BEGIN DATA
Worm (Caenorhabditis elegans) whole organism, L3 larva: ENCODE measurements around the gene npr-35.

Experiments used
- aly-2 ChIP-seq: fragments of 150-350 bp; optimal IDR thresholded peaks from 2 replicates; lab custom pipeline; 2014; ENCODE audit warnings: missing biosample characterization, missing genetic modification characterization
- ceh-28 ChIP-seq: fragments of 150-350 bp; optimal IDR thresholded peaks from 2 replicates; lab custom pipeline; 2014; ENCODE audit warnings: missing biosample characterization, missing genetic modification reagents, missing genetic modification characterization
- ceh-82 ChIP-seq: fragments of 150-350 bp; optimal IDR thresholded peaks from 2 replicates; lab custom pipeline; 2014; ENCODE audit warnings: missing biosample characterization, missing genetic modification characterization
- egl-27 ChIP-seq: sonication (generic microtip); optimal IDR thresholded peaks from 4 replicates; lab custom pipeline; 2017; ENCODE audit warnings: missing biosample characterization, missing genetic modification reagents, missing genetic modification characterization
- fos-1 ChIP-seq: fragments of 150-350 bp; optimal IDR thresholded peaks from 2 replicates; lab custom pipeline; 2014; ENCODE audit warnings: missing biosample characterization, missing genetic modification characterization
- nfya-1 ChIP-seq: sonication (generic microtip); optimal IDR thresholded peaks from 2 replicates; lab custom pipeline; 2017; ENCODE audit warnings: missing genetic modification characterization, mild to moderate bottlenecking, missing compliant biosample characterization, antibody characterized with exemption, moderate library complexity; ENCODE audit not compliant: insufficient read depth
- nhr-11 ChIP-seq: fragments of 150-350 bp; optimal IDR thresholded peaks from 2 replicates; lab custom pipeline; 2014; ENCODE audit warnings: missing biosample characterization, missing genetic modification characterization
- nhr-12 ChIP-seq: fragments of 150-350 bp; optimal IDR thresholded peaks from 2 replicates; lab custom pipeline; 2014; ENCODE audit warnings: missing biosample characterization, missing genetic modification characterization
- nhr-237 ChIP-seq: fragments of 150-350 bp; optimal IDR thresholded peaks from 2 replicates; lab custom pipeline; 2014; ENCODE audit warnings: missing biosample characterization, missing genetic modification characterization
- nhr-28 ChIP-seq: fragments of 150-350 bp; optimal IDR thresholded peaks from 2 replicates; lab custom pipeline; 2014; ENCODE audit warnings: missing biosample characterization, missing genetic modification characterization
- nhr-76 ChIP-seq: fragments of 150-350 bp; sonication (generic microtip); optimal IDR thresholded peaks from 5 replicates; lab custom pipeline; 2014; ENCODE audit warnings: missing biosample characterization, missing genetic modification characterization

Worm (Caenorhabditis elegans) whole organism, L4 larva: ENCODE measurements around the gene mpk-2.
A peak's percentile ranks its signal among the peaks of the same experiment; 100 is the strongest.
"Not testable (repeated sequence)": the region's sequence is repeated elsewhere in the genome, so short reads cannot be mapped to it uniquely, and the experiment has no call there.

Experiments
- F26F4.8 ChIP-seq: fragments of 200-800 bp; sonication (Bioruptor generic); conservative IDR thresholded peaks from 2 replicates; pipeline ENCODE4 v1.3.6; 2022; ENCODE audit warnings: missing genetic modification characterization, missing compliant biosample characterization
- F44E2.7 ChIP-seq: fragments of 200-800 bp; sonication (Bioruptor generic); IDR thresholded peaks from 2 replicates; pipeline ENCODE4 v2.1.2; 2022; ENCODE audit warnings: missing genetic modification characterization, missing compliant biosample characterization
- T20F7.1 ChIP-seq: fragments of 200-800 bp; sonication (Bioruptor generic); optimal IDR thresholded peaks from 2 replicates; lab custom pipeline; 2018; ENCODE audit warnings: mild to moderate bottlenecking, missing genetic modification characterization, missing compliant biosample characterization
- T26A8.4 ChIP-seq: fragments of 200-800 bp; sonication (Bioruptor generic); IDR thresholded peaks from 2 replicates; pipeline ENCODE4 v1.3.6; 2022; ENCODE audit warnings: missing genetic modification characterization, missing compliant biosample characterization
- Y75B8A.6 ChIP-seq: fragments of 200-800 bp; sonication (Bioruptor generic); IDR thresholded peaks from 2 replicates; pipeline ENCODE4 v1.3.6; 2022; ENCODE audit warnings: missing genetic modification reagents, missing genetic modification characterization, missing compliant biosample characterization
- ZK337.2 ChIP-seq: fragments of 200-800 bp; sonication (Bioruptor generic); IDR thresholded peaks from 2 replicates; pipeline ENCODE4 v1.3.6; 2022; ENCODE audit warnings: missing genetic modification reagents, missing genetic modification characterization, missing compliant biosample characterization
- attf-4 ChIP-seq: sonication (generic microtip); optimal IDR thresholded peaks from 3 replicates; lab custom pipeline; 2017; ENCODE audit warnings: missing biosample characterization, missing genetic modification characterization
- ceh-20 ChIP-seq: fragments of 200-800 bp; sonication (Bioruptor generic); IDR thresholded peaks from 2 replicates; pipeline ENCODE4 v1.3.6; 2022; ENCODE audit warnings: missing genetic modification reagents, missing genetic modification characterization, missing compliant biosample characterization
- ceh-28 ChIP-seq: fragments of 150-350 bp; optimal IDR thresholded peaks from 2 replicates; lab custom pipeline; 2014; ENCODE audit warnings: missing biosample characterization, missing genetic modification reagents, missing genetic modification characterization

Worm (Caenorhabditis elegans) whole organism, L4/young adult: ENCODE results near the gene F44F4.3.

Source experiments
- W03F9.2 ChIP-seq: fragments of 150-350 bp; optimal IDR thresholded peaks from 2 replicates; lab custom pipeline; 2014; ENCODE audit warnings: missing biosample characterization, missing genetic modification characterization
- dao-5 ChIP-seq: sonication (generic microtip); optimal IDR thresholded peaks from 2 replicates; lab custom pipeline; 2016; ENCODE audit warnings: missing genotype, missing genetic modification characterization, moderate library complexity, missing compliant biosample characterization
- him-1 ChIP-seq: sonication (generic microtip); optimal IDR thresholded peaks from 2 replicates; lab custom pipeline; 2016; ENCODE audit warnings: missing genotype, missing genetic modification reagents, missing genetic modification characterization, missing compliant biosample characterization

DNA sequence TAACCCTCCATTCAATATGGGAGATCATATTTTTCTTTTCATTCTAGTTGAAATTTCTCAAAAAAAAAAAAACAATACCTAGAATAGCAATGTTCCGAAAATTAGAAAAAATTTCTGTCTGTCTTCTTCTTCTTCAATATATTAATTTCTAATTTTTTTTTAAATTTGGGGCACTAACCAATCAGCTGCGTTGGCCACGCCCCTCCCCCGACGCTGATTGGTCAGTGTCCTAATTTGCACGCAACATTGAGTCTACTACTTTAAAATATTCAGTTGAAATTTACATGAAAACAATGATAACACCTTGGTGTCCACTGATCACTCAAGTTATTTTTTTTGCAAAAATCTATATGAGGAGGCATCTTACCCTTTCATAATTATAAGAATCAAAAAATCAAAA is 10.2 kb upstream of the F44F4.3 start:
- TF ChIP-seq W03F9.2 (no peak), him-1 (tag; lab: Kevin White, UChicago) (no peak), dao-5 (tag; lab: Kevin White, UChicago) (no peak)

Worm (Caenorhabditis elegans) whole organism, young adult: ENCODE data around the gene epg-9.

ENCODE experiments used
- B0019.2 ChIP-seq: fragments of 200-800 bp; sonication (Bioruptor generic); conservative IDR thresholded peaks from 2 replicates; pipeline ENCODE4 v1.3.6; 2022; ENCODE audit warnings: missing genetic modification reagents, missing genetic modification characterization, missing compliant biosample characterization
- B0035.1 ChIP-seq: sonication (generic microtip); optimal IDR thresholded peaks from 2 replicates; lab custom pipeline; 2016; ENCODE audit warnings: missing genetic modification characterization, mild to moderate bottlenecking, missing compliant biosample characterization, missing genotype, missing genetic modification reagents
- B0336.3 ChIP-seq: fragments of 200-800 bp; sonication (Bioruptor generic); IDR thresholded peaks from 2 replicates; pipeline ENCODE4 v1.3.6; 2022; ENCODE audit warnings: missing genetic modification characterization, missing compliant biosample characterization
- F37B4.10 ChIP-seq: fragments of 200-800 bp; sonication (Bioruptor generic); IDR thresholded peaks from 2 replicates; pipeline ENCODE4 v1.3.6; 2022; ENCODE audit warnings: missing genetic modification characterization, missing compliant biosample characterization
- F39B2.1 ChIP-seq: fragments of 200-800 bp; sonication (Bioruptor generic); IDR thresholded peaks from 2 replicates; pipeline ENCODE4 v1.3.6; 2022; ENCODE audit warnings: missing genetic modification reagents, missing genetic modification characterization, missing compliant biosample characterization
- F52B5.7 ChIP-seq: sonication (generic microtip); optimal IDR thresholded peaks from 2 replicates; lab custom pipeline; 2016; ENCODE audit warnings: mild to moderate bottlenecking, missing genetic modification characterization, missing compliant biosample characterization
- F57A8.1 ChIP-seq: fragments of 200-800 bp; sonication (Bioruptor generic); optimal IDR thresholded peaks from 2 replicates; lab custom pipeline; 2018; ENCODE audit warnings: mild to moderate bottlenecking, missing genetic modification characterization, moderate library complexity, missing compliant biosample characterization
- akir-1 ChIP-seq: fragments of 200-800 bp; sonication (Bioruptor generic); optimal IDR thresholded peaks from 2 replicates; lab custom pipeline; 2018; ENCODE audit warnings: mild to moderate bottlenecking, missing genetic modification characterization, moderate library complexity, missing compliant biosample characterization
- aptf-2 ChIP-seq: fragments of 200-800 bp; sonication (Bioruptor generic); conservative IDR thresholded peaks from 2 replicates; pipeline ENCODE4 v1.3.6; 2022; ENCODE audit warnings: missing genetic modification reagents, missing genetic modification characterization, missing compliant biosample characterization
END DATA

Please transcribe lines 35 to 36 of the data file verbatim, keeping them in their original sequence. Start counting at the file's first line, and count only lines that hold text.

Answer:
ENCODE experiments used
- B0019.2 ChIP-seq: fragments of 200-800 bp; sonication (Bioruptor generic); conservative IDR thresholded peaks from 2 replicates; pipeline ENCODE4 v1.3.6; 2022; ENCODE audit warnings: missing genetic modification reagents, missing genetic modification characterization, missing compliant biosample characterization